Date of this Version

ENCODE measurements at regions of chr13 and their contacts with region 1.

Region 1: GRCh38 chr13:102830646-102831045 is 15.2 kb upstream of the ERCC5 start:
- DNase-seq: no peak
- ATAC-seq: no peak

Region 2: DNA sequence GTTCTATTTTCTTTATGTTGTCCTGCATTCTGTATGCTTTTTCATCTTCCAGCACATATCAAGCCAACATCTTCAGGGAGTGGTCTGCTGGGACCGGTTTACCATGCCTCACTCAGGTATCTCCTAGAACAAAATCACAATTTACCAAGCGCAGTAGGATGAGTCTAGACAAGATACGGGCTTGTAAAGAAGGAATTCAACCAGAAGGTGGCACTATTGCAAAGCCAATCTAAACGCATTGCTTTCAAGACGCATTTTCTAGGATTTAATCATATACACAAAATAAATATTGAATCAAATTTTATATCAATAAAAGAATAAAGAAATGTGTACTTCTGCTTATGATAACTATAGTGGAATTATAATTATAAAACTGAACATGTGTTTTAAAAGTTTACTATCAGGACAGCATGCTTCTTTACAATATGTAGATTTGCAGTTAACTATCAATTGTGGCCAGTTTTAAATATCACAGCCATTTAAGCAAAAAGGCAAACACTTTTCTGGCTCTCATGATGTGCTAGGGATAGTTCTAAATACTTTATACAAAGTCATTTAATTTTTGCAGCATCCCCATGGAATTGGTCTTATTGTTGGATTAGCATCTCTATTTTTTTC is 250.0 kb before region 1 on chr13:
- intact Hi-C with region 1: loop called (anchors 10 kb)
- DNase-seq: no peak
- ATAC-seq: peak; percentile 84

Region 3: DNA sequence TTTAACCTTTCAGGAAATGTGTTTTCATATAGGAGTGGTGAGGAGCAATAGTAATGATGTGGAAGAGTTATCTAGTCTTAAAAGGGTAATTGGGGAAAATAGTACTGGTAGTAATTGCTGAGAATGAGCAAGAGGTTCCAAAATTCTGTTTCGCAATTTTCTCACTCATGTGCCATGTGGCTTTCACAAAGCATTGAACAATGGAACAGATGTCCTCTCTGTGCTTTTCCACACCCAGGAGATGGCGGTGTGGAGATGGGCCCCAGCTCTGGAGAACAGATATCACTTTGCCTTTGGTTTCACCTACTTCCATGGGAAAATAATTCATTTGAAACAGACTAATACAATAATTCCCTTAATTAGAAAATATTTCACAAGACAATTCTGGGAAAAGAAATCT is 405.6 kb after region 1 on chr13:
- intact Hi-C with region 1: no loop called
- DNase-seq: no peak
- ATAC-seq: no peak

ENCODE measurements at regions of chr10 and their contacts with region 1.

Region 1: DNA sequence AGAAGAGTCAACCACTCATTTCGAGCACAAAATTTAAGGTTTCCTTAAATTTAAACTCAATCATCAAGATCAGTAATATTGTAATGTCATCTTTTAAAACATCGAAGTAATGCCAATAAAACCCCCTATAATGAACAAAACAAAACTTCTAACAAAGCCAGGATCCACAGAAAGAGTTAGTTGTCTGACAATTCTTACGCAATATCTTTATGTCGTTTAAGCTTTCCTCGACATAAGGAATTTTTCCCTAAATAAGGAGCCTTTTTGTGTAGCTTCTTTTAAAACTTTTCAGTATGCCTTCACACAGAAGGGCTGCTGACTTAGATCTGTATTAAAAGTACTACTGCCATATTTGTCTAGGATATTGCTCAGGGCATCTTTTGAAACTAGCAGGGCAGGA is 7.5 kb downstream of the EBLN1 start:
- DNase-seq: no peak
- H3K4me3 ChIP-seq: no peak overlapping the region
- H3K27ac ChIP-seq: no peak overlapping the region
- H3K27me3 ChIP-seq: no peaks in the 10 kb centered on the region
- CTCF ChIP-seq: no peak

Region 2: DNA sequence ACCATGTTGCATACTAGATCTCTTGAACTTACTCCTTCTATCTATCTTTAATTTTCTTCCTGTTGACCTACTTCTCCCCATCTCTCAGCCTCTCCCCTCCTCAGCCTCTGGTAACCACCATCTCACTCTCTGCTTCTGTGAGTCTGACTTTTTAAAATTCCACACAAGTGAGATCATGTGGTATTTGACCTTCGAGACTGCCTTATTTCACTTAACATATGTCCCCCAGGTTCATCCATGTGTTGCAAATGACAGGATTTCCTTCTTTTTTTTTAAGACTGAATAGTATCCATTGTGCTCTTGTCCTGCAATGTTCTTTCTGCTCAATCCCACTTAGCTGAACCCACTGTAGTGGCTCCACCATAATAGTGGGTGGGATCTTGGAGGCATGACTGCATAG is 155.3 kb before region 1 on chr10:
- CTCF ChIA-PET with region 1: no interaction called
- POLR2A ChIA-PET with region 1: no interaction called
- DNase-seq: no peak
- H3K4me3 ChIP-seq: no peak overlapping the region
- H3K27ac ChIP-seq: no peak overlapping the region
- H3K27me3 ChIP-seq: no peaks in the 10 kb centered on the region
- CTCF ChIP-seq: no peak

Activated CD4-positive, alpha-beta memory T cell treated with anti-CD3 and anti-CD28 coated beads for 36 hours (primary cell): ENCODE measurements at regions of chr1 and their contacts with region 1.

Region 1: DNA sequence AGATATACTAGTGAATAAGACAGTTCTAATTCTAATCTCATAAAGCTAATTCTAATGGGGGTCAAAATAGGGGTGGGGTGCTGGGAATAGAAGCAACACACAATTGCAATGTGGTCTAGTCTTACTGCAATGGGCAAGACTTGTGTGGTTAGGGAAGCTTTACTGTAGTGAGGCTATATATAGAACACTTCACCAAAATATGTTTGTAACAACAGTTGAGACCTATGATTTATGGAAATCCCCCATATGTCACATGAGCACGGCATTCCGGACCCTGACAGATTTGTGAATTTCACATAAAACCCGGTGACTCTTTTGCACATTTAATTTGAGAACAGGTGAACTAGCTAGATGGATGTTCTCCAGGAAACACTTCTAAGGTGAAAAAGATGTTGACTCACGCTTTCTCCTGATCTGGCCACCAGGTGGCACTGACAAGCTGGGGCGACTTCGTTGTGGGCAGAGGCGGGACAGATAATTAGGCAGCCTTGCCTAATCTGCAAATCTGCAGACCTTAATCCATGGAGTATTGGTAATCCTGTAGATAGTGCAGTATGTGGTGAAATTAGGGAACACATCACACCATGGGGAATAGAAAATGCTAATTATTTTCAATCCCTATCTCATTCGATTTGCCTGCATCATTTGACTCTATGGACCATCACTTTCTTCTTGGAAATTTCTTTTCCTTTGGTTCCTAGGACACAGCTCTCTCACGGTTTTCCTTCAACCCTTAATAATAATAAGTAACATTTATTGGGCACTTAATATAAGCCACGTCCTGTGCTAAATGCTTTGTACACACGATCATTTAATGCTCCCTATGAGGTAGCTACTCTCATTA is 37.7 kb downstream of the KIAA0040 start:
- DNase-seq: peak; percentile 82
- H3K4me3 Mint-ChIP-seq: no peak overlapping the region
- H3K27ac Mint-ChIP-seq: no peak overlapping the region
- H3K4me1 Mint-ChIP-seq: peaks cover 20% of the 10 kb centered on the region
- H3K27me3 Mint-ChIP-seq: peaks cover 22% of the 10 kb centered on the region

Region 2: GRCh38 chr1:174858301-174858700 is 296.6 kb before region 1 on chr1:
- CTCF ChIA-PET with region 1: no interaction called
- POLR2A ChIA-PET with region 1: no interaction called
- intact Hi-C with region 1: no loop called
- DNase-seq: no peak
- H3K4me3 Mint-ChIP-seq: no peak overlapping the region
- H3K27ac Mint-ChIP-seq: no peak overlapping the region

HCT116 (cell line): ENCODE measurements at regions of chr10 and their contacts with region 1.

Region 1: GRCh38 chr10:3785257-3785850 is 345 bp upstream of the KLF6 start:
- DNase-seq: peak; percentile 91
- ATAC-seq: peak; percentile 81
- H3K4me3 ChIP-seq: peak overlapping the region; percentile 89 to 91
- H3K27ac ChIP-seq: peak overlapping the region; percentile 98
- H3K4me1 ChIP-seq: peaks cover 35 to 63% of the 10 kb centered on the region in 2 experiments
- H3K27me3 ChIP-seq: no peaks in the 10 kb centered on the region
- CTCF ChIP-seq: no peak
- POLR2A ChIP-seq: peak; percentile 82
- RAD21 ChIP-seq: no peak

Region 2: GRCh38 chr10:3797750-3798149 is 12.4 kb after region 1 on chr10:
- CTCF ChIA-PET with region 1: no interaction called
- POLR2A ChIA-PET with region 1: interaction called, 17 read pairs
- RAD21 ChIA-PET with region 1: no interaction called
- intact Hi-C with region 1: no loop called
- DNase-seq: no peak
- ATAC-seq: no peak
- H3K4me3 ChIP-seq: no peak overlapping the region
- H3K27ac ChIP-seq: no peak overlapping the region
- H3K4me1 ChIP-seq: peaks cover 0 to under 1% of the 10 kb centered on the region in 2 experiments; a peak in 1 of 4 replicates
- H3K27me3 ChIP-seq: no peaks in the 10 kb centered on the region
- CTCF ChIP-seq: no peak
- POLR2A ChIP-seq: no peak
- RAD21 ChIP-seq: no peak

Historically, the lesser prairie-chicken (Tympanuchus pallidicinctus) occurred in sandy rangeland throughout the northeastern and southwestern (Permian Basin) regions of the Texas Panhandle. Analyses of the historical distribution showed a large reduction in the range of the species in Texas between 1963 and 1980 (78% or 1,070,426 ha), particularly in the southwestern and east-central panhandle, whereas populations in the northeastern Panhandle remained relatively stable. In the northeastern Panhandle, average number of males per lek increased since 1942. In the southwestern Panhandle, average numbers of males per lek decreased dramatically from 1969 to 1981 and from 1985 to 2000, but there was no decline in the northeastern or southwestern panhandle regions from 1990 to 2000. Over the last decade numbers of males per lek in the northeastern Panhandle were 6.6% below the 1942 to 1989 average, but in the southwestern Panhandle they were 54.9% below the 1969 to 1989 average. In the northeastern Panhandle, leks per unit area increased from 1952 to 1986 on the Hemphill County study area and from 1952 to 1974 on the Wheeler County study area. On the Wheeler County study area this variable declined precipitously from 1974 to 1985. The 1997 to 2000 lek per unit area average for the Hemphill County study area was 4.1 % above the J 942 to 1986 average, but was 89.5% below the 1997 to 2000 average in the Wheeler County study area. Small expansions, resulting from increased regional conservation efforts, newly established landowner incentive programs, and partnerships between state and federal resource agencies and private landowners, of range occurred in Bailey, Cochran, Gray, Hemphill, Lipscomb, Terry, and Wheeler counties.